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What’s the problem?
Plastic is EVERYWHERE. It’s cheap, lightweight, and durable, which means that it makes really great packaging for a lot of products.
Unfortunately, most plastic is not recycled. The EPA estimates that less than 10% of plastic in the US is recycled (I’ll go into the reasons for this in an upcoming post).
Most plastic ultimately ends up in landfills or polluting the environment. It is estimated that 8 million pounds of plastic enter the ocean every year. This is especially problematic because plastic doesn’t really break down, it breaks up- forming microplastics. These microplastics can pose risks to both aquatic life and human health.
Unfortunately, the supply of plastic for recycling far exceeds demand- meaning that plastic pollution is not a problem that can be solved by recycling alone. If we want to reduce plastic pollution, we need to try and cut back on the amount of plastic we use.
Here are 37 ways to help reduce plastic waste (broken up into 4 categories).
Tip 1: Minimize Plastic Packaging
One of the easiest ways to cut back on plastic is to opt for products with plastic-free packaging. Look for glass, metal, and cardboard alternatives (which are more likely to be recycled than plastic).
- Buy eggs with a cardboard carton instead of plastic or styrofoam.
- Buy milk in a cardboard carton or glass bottle instead of a plastic jug.
- Opt for hygiene products which have plastic-free or “zero waste” packaging (more on this in a future post), such as:
- Switch from liquid to bar soap, like Schmidt’s bar soap, which comes in plastic-free packaging and a variety of scents, including cedarwood & juniper, lavender & sage, ylang-ylang & calendula, activated charcoal, rose & vanilla, bergamot & lime, and fragrance-free. Also made with sustainably sourced palm oil!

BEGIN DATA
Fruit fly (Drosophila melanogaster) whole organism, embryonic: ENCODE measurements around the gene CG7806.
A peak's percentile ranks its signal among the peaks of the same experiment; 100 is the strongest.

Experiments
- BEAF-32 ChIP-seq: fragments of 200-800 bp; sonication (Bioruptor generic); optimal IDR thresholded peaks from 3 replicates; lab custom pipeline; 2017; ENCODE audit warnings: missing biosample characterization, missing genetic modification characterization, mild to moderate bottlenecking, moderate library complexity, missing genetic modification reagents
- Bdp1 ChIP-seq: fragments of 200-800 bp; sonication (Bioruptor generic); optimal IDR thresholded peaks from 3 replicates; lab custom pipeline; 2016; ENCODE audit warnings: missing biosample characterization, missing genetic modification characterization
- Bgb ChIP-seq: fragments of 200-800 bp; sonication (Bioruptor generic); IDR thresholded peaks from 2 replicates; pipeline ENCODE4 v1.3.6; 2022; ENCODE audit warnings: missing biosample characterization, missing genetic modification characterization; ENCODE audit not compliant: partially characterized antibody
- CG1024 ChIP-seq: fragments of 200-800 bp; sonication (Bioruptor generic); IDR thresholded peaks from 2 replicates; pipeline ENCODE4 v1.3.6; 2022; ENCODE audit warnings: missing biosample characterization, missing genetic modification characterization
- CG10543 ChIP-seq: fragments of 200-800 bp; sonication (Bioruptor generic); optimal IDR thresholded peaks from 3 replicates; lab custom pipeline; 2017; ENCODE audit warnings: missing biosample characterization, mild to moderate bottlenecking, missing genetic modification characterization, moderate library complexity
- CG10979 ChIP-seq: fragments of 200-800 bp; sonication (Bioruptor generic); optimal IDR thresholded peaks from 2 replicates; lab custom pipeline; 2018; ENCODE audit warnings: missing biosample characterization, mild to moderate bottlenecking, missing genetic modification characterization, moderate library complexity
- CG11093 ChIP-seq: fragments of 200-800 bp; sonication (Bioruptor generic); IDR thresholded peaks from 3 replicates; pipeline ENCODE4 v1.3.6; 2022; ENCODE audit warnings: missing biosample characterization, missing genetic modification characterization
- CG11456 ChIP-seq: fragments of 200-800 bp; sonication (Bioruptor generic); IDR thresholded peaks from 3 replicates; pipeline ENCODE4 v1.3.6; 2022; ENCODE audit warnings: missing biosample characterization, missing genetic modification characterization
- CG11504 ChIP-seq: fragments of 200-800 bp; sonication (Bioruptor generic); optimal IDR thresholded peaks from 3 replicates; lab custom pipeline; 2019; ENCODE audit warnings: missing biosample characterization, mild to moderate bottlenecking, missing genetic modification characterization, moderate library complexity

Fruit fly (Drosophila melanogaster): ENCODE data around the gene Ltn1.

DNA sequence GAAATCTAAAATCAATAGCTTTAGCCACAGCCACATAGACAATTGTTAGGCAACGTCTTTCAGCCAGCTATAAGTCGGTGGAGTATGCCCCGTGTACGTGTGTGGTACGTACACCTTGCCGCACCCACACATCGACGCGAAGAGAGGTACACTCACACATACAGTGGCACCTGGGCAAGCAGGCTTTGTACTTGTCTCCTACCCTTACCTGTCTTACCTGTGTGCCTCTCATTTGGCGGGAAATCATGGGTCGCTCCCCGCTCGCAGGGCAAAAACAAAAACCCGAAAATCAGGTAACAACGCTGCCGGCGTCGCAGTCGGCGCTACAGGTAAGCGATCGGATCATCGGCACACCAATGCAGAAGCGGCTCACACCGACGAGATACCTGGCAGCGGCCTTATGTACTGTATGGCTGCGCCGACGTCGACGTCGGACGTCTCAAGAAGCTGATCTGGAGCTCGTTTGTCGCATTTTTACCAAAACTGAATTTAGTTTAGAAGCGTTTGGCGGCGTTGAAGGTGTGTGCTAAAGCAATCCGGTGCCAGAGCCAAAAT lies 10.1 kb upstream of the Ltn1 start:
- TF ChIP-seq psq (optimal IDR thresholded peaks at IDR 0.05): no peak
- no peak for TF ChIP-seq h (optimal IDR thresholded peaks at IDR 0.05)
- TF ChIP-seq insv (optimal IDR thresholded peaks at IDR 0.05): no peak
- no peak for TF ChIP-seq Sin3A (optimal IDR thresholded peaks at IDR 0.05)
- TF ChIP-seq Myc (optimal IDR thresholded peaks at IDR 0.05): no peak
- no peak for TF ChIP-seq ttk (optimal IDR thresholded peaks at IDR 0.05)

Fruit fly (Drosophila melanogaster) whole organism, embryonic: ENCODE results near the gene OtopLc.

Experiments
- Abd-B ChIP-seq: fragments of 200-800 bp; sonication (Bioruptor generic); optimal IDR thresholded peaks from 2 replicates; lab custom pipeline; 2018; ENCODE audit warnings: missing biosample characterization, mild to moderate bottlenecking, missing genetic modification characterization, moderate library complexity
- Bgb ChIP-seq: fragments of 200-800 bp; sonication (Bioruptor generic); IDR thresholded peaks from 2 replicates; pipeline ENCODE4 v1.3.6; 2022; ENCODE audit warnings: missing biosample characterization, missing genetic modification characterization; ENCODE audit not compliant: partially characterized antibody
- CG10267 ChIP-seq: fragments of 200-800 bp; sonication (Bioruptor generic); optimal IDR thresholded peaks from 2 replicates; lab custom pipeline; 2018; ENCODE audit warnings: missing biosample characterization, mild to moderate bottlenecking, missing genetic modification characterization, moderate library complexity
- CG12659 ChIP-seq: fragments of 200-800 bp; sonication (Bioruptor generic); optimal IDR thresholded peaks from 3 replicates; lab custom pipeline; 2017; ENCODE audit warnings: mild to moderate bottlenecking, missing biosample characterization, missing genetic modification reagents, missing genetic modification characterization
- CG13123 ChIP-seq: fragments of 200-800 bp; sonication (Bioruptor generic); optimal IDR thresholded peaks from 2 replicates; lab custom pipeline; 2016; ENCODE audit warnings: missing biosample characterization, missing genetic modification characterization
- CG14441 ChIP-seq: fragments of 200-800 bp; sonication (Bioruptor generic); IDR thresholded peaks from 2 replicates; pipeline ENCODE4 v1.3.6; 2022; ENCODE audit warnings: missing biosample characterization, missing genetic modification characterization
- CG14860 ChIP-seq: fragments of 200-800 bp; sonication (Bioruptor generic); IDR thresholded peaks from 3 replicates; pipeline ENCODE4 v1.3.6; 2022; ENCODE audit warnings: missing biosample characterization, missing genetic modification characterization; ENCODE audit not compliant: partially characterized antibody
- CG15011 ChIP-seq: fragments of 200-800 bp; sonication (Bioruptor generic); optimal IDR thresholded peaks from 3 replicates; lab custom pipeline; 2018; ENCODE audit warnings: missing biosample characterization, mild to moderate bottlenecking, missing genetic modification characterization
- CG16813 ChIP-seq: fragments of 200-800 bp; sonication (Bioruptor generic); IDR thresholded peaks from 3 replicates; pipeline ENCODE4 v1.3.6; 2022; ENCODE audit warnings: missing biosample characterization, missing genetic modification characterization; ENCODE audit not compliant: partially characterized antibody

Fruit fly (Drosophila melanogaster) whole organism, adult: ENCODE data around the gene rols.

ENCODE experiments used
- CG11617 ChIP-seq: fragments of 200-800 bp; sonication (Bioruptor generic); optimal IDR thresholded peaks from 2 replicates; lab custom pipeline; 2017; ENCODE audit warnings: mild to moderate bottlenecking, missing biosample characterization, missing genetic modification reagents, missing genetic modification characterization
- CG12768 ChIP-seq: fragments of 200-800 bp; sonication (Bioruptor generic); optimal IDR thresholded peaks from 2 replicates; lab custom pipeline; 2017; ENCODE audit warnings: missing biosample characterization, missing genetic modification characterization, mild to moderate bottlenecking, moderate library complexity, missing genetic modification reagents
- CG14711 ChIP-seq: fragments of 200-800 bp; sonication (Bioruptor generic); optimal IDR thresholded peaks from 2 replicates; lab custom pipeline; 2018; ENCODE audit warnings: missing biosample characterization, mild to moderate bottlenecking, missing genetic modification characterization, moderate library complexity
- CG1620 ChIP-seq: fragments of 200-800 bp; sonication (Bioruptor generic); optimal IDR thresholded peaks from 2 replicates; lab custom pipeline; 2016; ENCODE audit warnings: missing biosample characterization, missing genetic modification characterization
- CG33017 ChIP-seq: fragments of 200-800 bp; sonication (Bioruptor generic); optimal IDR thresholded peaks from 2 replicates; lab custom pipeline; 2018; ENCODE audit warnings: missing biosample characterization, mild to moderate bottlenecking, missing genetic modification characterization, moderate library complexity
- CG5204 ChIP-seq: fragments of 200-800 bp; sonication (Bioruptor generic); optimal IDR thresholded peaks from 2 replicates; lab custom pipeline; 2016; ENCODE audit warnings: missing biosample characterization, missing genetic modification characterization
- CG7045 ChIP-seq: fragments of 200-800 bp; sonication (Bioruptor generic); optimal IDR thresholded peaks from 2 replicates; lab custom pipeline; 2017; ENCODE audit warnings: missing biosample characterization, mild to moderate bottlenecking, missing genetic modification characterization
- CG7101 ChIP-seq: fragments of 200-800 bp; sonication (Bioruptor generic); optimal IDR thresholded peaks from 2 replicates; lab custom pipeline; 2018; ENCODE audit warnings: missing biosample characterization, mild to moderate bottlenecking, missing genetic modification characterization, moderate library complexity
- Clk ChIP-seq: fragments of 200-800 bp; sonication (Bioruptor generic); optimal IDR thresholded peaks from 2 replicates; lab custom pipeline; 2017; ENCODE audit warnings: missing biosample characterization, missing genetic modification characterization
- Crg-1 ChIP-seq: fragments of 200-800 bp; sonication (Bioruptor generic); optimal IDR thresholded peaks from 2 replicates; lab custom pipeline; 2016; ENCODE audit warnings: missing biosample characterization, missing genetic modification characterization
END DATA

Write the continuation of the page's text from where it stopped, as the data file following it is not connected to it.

- I’ve used Schmidt’s natural deodorant jar for a while now. It doesn’t work as well as a clinical-strength antiperspirant, but as a generally sweaty person who lives in Texas, I am VERY pleased with how well it works. I’ve also found that one jar can last me up to 6 months. Tip: use it sparingly (using too much can cause skin irritation).
- Buy in bulk: If you can afford it, buying large containers helps minimize plastic-to-product ratios. For example:
- Buying a single refill 56 fl oz bottle of hand soap instead of 4+ individual soap pumps uses less plastic in the long run (especially since soap pumps are not recyclable).
- The same applies for things like shampoo- I buy several 1L bottles of shampoo and conditioner when they go on sale, which is ultimately more cost-effective and produces less plastic than buying small bottles.
- Buying one large bag of chex mix produces less plastic than several snack-sized bags.
- Buy cat litter that comes in a paper bag instead of a plastic bin.
- Buy bulk coffee that comes in a paper bag.
- Bake your own bread.
- If you have access to a butcher when buying meat, have them wrap it in paper (instead of buying plastic-wrapped, pre-packaged meat).
- Shop in person when possible. I know this is particularly hard during the pandemic (and may seem a bit hypocritical given how many amazon links I’ve included in this post)- if you can find any of these products locally and feel comfortable going to the store, you’ll minimize plastic from shipping envelopes, bags, etc.